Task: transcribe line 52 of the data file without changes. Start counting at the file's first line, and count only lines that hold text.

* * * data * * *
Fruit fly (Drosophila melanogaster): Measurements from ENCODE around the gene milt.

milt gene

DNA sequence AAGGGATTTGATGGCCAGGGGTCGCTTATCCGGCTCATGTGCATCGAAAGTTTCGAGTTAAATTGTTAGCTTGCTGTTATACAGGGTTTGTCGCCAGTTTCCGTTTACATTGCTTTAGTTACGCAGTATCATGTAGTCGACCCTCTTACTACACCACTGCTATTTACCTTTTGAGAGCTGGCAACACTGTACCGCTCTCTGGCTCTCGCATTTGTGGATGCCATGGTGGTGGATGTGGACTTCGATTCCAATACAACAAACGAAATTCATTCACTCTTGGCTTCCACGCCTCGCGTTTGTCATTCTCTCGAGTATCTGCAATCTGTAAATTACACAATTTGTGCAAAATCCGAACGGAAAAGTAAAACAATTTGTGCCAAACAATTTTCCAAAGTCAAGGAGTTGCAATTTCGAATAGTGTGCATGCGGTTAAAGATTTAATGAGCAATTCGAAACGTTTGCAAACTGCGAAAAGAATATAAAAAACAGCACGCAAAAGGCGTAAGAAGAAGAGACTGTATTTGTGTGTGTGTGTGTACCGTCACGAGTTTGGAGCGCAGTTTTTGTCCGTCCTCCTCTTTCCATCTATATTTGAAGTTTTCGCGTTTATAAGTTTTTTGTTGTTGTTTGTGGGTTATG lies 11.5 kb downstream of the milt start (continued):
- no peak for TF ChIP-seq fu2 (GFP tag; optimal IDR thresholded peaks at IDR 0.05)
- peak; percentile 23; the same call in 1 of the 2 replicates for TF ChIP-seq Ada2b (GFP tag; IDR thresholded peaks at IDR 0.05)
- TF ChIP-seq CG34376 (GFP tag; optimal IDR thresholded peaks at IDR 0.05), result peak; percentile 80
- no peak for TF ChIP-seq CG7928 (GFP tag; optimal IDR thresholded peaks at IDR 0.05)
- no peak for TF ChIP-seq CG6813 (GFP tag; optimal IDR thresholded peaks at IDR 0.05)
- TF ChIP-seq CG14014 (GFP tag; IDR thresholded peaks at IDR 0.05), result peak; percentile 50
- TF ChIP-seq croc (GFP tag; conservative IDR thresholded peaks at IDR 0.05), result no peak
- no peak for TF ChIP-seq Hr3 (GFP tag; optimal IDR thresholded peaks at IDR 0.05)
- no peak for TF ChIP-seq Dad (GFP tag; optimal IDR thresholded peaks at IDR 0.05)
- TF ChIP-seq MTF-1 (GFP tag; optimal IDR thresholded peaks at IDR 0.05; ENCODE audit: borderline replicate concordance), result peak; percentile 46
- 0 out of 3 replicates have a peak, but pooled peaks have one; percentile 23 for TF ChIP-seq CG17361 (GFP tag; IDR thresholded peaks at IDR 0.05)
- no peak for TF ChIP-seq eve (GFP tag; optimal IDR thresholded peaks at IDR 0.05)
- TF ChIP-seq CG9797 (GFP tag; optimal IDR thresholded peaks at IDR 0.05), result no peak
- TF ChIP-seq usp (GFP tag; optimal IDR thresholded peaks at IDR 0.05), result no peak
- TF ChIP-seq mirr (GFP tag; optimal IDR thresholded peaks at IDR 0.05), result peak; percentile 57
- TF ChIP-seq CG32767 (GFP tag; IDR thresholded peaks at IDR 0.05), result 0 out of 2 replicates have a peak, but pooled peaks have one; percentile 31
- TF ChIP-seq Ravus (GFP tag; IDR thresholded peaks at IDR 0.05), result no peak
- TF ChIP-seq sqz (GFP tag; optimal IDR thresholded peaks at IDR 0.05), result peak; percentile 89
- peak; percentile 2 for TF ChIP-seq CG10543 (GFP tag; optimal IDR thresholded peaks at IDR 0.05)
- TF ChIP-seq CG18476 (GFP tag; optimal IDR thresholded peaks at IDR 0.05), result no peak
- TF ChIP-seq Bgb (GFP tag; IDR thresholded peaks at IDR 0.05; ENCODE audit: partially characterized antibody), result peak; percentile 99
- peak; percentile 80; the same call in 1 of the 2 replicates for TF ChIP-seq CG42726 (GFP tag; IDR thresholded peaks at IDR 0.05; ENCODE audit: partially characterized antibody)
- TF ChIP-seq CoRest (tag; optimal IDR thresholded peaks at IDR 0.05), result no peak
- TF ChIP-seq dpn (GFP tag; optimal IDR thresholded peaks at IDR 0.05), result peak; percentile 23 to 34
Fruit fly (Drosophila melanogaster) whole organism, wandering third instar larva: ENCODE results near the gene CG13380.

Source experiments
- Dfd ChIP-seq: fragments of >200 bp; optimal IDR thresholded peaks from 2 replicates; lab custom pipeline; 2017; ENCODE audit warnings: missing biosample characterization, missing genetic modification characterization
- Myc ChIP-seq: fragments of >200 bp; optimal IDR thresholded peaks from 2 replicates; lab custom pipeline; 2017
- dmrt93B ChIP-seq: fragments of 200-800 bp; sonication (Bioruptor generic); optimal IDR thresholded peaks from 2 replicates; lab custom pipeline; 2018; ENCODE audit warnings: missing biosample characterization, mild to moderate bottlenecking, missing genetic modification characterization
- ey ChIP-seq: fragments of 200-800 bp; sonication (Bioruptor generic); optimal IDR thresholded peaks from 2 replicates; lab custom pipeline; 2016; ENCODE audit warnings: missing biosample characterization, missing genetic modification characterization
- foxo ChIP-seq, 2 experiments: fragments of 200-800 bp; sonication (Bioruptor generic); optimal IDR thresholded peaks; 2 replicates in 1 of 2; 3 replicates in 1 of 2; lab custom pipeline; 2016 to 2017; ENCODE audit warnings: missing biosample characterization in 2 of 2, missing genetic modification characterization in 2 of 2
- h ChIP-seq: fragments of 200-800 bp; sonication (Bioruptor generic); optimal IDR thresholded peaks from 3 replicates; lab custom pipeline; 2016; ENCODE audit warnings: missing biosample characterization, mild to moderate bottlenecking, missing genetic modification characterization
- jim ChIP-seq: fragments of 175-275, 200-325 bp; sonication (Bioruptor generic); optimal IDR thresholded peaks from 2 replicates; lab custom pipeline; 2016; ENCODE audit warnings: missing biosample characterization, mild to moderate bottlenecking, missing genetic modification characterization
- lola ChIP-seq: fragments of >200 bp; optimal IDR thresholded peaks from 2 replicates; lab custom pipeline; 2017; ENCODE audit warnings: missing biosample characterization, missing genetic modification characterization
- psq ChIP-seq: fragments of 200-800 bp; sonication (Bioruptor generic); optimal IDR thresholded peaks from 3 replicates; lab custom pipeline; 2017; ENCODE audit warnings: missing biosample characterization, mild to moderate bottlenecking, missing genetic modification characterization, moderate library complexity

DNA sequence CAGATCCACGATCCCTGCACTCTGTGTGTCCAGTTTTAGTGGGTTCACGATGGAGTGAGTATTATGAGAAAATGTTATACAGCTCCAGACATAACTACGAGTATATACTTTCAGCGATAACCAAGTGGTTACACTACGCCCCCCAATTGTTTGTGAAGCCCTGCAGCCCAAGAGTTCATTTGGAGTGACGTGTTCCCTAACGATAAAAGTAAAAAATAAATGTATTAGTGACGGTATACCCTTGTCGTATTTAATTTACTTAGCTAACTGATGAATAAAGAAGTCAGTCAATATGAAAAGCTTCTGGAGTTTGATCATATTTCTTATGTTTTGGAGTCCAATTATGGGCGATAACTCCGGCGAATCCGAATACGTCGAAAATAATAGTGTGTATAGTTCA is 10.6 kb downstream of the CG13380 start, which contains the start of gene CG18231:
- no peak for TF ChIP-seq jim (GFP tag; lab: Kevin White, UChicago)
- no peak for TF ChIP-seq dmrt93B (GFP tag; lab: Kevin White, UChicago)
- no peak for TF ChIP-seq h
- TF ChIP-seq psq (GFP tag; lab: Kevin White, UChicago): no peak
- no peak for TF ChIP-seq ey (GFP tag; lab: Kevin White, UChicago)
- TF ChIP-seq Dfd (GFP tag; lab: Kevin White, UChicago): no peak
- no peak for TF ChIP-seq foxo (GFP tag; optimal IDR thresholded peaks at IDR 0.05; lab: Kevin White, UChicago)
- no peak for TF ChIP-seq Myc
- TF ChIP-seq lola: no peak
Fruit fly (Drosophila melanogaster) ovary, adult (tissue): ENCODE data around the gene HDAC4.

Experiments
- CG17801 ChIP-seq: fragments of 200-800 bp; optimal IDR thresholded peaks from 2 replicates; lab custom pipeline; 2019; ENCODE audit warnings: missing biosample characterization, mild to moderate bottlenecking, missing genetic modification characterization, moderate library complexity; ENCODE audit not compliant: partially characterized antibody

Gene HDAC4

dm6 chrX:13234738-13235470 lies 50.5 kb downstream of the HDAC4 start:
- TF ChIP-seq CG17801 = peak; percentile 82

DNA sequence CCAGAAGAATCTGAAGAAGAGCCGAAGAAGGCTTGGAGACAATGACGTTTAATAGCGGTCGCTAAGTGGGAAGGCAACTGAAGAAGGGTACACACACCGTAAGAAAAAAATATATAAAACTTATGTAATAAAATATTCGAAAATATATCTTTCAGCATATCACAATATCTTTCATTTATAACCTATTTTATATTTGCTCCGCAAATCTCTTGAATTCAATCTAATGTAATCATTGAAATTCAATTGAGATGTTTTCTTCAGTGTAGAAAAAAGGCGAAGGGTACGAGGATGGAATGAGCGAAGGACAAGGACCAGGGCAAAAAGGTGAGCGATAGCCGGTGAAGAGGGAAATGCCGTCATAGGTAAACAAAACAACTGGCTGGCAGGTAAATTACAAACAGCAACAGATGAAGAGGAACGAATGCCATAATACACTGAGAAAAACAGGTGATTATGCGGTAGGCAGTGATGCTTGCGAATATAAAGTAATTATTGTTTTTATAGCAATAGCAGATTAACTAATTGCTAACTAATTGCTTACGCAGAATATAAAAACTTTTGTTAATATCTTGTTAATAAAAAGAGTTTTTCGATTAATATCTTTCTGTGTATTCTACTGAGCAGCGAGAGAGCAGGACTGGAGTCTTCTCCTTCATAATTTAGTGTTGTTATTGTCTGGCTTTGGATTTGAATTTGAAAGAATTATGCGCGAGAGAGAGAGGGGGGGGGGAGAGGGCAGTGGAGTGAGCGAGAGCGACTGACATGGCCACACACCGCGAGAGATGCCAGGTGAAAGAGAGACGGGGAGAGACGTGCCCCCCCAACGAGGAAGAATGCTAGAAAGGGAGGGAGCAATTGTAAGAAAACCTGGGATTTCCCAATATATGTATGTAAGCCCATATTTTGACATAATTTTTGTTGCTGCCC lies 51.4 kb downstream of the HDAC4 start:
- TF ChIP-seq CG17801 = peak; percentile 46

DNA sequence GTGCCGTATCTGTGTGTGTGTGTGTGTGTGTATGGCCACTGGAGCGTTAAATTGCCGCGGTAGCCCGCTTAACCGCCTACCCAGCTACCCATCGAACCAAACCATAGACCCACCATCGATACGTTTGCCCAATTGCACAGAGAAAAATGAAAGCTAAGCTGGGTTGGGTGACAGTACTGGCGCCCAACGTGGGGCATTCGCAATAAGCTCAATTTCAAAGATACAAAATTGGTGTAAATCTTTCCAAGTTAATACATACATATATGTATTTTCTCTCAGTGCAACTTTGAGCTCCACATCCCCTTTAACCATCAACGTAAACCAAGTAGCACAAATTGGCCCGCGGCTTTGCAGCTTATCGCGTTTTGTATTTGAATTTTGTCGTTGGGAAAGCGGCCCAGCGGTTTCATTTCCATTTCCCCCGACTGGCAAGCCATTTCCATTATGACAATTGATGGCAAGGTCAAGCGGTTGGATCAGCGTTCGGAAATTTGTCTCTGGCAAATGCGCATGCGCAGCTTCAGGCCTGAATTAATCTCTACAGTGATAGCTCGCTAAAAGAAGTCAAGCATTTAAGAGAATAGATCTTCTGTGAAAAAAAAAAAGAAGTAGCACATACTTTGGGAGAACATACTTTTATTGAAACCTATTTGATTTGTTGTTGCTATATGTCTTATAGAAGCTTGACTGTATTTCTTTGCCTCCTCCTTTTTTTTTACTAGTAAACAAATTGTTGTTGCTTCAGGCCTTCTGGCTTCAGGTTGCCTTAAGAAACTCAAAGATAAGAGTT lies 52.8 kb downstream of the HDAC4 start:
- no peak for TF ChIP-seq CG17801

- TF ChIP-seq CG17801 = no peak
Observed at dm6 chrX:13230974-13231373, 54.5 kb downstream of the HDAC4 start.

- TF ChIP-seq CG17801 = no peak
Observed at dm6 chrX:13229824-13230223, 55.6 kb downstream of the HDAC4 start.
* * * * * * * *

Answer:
Gene HDAC4